It is a great opportunity to host the university students from the Centre for Global Education and staff for field study this week. The university’s instructors have been accompanied the students for the study in Africa majorly on Larger mammals (Conservation Biology of Terrestrial Megafauna) and related fields. The students studied rangelands, Human wildlife conflict, Raptors, and Livestock management. The visit to other protected conservation areas in Kenya gave them a clear picture of what the country has in terms of flora and magafauna.The students had opportunity of working closely with Simon Thomset who is known globally for raptors study and research. They were able to capture, ring and release some raptors including Augur buzzards and Long crested eagles. Small mammal traps were also laid for rodents. A number of cameras were set at strategic locations and a leopard was notably the largest nocturnal animal captured while walking to hunting ground. The waterfowls of Lake Elementeita mainly the Greater flamingos, Lesser Flamingos, Pelicans, Cormorants, Teals formed part of the study during visit to the lake. The lake being a Ramsar Site, World Heritage Site, Importance Bird Area and National Sanctuary is a great site also visited for field study

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Release of already ringed Augur buzzard

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Dance by pupils at Kiboko to welcome their guests


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Field study for livestock and rangeland management




The management would like to welcome all who would like to volunteer for the dry season mammal count this Saturday, 12th November 2011.Th e briefing will be done on Friday afternoon and the exercise will take place on Saturday starting at 6:30 a.m.

The terrain is mostly is mostly open grassland .Vegetation are broadly divided into 3 main classes; wooded grassland, wooded forest and open grasslands. The grassland covers the largest areas of Congreve,Jolai,Lakeside and South Melia, The Melia North, Some parts of Soysambu and Western part of Congreve has wooded grasslands and lastly the Lake Elementeita area and hills around Jolai has wooded forest.The conservancy is divided in 9 major blocks with open grasslands taking larger blocks. More on this exercise will be provided during briefing this Friday afternoon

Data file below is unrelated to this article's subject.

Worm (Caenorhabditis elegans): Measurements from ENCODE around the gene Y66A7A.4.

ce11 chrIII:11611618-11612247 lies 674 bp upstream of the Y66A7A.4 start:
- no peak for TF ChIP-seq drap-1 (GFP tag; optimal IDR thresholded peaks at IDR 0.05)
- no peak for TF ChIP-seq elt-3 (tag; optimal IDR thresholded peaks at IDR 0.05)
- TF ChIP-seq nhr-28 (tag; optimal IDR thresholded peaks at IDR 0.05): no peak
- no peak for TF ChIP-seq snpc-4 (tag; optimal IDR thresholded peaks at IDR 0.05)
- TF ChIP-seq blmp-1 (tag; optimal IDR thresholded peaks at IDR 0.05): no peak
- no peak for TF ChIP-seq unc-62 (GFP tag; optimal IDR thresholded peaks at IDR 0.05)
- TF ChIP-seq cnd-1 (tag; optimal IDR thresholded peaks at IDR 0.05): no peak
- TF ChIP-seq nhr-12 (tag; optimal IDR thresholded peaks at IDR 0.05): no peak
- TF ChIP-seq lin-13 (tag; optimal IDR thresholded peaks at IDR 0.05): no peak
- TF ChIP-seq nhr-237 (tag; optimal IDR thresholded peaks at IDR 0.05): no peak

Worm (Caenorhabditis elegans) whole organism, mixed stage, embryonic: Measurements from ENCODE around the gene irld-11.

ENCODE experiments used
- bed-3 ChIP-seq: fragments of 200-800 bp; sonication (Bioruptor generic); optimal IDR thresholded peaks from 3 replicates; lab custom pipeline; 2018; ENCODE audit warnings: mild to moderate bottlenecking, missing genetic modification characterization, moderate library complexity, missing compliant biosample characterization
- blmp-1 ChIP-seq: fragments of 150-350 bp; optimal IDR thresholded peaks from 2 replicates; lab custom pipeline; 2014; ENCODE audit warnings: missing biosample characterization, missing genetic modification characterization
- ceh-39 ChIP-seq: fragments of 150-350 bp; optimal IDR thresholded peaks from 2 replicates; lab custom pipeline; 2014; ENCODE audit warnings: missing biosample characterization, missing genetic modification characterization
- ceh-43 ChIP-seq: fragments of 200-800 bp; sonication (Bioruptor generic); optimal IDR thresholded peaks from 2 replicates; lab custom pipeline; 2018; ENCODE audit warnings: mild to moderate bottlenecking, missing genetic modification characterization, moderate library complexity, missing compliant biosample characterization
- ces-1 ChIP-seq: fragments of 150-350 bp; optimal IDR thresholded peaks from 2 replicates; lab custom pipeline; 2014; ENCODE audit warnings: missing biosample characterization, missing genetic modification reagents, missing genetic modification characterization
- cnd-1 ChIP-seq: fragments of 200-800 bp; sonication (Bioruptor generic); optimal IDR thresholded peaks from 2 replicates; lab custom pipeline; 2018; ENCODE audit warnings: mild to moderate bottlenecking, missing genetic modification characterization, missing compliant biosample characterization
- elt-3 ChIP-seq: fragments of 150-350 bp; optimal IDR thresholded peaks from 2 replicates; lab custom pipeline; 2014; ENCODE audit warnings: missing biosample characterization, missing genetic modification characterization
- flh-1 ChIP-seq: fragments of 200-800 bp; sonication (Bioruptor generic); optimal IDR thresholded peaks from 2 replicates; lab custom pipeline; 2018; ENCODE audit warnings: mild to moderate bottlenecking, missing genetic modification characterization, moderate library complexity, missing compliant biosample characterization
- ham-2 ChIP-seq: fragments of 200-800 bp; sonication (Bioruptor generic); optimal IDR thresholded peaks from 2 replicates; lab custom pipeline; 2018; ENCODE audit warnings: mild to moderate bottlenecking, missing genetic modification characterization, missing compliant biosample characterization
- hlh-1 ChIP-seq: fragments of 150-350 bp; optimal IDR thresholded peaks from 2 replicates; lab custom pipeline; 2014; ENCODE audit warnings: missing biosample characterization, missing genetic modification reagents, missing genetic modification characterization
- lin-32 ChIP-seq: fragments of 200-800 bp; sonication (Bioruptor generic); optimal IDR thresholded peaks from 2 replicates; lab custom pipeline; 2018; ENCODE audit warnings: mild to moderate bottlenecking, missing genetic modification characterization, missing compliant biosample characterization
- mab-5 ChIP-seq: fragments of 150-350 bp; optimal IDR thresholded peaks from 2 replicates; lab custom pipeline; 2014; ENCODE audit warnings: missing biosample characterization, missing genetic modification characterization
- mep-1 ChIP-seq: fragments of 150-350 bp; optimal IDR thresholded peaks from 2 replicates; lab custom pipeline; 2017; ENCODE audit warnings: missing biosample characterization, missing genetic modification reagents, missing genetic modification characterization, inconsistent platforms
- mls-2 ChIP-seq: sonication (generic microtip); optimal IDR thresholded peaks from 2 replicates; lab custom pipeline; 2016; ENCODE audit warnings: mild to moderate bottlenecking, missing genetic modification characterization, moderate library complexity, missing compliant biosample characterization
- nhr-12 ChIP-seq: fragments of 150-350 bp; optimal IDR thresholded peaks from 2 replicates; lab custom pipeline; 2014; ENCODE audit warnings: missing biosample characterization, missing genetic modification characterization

By Duncan Odour

Species consists of individual organisms which are very similar in appearance, anatomy, physiology and genetics having relatively recent common ancestors. Many species survive in specialized habitats. When these habitats are destroyed or fragmented the threat of extinction looms.

Cape Buffalo Herd Soysambu Conservancy

Herd of Cape Buffalo in Soysambu Conservancy

Keystone species is defined as one that has a critical role in determining and maintaining the overall relationship of plants and animals within an ecosystem. If a keystone species is removed or declines, the nature of the ecosystem will change dramatically. Keystone species of plants or animals appear to exhibit a particularly large influence on the ecosystem they inhabit. Keystone Species are essential to ecosystems and biodiversity.


Zebras are keystone species in Soysambu conservancy.

Elephants as a keystone species.

As keystone species, elephants stop the progression of grassland to forest or thicket by weeding out the trees and shrubs.   Elephants browse on these woody plants, yanking young trees out by their roots or stunting their growth by eating the growth points on their branches or kill it slowly by prying away its bark. Without elephants the grasslands overgrow with woody plants and convert to forests or to shrub-lands. This conversion begins when woody plants, particularly various species of acacias e.g (Acacia nilotica, xanthophloea) sprout among the grasses. Left unchecked, these sprouts can grow and reproduce, eventually forming a closed stand of trees or shrubs. Once in place, the stand’s interlocking branches and leaves shade out the grasses. Without enough sunlight to survive, the grasses dwindle, the grassland disappears. When grasses disappear, so do grazing antelopes and without antelopes, the packs and clans of carnivores also disappear. The newly growing forest supports a new web of life that is more impoverished and less productive feeding fewer species than the grassland.

An elephant grazing does not harm the grasses as grasses are adapted to live in harmony with their grazers sacrificing a few leaves in exchange for keeping their roots and growth points intact.